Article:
Criminals who commit petty crimes and those who made illegal or thoughtless things that harmed other people should be FINED severely. The financial disincentive should work very well, after all humans are driven by greed, aren’t they?

But sometimes the convicts have to be isolated from the rest of society. I think privatisation of penitentiary industry would not be a bad idea. The guys who fell foul with law should earn for themselves. The business would be viable, we would have a plenty of cheap labour force utilised for building motorways to move this country forward.

Sunday, 7 February 2010

Ukraine, shock doctrine

Following the discussion on Polish winter, I report the gas bill has arrived.
Period: 20 November 2009 – 19 January 2010
Gas used: 628 cubic metres (just 21 metres more than in the same period a year earlier)
Amount payable: 1111,70 PLN (after adjustments 900 PLN apportioned to heating, the rest to water boiling and cooking)
Usable space heated: around 120 square metres.
Is it really a lot? My father counted up the costs of heating a 60 square metre flat five years ago and he worked out heating a two times bigger house costs after five years (meanwhile gas price and other charges rose) costs only fifty per cent more.

The winter doesn’t seem to break its back soon, the harsh weather may also put many Ukrainians off going to the polling stations today, when a run-off in presidential elections is held. I pondered upon those elections, as I still remember (finally I’m old enough to remember something) the Orange revolution in 2004 and kept track of some current news from Poland’s eastern neighbour and I came to a simple conclusion: Ukraine has not grown into democracy yet. And I’m not sure whether it will ever grow. Heritage of the past has left its mark on its people and it is being passed on to next generations.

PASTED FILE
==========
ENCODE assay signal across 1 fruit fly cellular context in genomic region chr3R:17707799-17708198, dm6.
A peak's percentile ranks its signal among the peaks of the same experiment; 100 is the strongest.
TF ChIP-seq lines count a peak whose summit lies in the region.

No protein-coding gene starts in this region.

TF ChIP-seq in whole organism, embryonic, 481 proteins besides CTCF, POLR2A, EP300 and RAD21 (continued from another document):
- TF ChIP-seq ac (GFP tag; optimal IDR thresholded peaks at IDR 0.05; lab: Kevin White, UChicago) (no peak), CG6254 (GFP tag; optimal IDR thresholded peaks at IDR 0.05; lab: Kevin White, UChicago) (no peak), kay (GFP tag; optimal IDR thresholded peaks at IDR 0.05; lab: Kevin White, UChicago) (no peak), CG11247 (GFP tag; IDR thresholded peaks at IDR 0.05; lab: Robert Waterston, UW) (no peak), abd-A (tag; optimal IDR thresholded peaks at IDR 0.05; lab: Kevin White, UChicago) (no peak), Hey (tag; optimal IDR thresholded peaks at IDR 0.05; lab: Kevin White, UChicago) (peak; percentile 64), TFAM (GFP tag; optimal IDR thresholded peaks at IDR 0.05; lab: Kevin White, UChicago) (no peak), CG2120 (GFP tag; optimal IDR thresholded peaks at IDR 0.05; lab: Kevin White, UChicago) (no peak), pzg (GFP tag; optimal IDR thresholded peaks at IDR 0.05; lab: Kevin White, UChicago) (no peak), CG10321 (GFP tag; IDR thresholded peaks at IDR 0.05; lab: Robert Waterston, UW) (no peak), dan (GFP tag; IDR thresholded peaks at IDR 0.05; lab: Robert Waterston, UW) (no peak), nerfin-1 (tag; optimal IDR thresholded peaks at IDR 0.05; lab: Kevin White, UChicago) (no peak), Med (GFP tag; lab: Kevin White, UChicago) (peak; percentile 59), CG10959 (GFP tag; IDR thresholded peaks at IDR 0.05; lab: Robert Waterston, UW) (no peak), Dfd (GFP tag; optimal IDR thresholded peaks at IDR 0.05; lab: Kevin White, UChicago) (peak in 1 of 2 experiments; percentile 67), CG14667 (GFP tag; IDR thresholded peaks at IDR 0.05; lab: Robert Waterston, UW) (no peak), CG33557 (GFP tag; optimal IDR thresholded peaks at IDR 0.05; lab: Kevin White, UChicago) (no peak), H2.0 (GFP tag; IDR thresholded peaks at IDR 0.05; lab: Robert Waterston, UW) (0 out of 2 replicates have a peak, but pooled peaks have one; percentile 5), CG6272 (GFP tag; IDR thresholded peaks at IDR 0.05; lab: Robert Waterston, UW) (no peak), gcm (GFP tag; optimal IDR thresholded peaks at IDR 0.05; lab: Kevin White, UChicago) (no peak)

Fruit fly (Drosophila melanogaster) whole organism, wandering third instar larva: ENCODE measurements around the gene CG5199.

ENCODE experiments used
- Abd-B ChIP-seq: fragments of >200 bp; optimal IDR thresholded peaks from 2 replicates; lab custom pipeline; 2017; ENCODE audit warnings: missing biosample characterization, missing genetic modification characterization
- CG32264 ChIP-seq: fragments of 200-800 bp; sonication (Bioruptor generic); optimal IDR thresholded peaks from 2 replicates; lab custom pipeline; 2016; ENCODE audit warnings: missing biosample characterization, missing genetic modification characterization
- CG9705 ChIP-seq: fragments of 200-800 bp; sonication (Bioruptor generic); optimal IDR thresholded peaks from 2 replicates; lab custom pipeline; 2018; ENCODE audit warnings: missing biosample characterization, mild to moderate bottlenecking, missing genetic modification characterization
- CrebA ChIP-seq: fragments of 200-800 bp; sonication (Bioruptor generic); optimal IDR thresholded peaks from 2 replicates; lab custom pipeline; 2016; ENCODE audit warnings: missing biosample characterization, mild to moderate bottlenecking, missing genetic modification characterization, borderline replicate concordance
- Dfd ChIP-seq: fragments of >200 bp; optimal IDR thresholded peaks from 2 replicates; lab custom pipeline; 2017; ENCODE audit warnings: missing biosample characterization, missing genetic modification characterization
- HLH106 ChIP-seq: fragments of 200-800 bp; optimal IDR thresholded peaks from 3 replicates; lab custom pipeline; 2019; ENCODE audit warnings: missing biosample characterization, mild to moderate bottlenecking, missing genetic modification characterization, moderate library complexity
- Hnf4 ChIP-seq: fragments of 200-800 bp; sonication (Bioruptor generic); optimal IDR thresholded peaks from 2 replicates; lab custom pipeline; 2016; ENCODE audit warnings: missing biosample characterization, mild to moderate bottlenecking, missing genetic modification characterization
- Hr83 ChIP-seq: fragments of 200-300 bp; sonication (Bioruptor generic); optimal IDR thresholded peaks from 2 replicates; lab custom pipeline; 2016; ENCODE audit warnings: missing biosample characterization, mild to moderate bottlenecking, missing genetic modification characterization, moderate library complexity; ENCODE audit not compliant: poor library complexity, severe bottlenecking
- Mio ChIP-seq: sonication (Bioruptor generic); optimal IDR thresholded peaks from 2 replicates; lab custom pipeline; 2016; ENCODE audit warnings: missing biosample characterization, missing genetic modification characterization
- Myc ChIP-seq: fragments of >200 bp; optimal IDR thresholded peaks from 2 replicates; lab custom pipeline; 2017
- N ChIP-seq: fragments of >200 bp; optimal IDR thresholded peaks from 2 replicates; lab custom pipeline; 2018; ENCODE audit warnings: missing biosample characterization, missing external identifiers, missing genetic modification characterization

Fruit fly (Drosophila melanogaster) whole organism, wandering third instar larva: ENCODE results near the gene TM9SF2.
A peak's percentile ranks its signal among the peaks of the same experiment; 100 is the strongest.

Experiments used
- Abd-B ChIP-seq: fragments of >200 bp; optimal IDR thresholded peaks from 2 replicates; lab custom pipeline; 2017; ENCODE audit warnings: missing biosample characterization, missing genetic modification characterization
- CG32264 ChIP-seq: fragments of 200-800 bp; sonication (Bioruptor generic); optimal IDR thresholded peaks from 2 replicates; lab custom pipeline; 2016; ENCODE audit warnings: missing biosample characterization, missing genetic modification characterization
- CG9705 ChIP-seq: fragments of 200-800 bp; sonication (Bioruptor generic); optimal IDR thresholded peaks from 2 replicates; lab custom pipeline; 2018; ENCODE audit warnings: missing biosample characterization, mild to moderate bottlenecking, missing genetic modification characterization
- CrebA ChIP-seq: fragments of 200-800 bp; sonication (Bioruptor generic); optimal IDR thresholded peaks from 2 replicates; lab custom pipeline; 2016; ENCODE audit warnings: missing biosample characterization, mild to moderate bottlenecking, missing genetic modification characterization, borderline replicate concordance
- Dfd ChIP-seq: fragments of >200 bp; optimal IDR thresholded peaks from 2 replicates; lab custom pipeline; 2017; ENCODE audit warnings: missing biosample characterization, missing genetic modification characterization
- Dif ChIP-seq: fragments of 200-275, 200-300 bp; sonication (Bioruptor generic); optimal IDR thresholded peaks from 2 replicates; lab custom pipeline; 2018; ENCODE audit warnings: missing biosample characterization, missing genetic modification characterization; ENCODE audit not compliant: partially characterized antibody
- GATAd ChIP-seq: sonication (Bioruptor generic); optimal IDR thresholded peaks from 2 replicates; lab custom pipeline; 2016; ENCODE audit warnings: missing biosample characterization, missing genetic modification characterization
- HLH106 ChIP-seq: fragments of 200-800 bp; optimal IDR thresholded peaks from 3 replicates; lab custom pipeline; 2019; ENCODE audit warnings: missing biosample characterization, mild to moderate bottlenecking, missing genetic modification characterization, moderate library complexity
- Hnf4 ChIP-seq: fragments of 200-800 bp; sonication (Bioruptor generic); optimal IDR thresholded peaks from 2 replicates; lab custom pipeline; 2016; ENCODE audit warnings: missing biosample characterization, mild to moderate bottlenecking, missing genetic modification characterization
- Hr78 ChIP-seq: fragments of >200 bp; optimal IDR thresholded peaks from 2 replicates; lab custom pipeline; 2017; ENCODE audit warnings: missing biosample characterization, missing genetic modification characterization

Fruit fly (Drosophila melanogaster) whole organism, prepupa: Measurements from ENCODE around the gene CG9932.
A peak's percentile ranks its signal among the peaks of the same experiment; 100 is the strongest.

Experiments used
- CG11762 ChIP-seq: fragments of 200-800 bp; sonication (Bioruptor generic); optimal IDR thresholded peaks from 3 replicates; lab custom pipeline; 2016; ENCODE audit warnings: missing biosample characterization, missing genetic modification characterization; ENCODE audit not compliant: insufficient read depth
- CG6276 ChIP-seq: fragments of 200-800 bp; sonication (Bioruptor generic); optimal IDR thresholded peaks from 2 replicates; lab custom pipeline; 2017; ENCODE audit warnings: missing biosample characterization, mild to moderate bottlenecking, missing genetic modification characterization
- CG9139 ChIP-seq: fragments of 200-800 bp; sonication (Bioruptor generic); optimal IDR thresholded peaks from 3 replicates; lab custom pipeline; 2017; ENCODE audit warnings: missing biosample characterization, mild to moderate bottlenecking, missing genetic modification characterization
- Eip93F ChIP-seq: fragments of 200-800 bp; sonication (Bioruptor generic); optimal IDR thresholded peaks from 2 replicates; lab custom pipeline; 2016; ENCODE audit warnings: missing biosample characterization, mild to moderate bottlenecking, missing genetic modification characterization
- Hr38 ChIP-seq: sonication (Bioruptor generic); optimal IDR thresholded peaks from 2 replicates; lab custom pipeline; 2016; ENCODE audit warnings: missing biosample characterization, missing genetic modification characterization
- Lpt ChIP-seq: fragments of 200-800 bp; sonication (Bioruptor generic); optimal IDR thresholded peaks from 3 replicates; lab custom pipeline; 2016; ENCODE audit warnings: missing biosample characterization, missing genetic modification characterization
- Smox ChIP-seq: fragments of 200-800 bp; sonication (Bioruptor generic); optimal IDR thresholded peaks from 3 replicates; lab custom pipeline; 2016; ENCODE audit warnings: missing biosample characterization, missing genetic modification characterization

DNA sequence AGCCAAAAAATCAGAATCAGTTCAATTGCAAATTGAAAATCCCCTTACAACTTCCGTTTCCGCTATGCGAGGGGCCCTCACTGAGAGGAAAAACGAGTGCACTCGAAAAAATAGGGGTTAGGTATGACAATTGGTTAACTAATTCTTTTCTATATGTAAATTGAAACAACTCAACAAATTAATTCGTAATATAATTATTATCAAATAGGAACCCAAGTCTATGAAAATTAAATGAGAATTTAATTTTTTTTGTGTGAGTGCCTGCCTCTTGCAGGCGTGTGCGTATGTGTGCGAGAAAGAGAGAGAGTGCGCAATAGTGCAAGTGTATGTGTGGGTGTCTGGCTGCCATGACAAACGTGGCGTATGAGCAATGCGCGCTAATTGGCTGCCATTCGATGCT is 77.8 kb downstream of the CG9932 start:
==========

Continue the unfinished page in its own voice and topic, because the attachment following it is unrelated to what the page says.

To back my theory I see two key reasons why the country got where it now is. Firstly, its elites. People pinned hopes in them over five years ago, expected a big change. Meanwhile in a country with poor institutions a change is beneficial for a small group, the rest might feel disadvantaged. The elites soon relished on power and privileges and began to embroil in spats within their structures (note the same happened in Poland in early nineties within Solidarity structures). In a poorly developed countries being in power means access to privileges and money, or to put it simply, corrupts the governors. In highly developed countries and mature democracies it is a distinction, a proof of social trust, a position which crowns one’s accomplishments and career. Being elected means not a chance to establish oneself in a cushy job, but a public service. It seems to me this is why deputies, ministers and other people holding high positions in state administration should take those offices for reasons other than financial, i.e. social status, fulfilling one’s ambitions, prestige, going down in history, etc. In Ukraine, the premises were different.

The second cause are the people. Firstly shaped by seventy years within Soviet Union, secondly lost and often unable find their ways around independence. They wanted democracy and liberty, but those were not the politicians that made them hanker after the advantages of the previous system. It was the economic crisis that heavily hit the country. The misery is best illustrated by figures of economic growth (over minus twenty per cent year-on-year in 1Q 2009) and depreciation of hryvnia. If people can’t make ends meet, they’re more interested in bread-and-butter issues than in free speech. Crises usually are the times when populists’ popularity grows. Remember that Hitler was elected in the time when Germany was in the doldrums.

I thought reading the passage (pages 171 – 184, English edition) about transition in Poland in Naomi Klein’s Shock Doctrine would unveil some conspiracy theories, facts kept in the dark, give some food for thought. None of the above. A reader unfamiliar with history of Poland in 1980s will find there a timeline and overview of the most important political events that led up to the collapse of communism in Poland.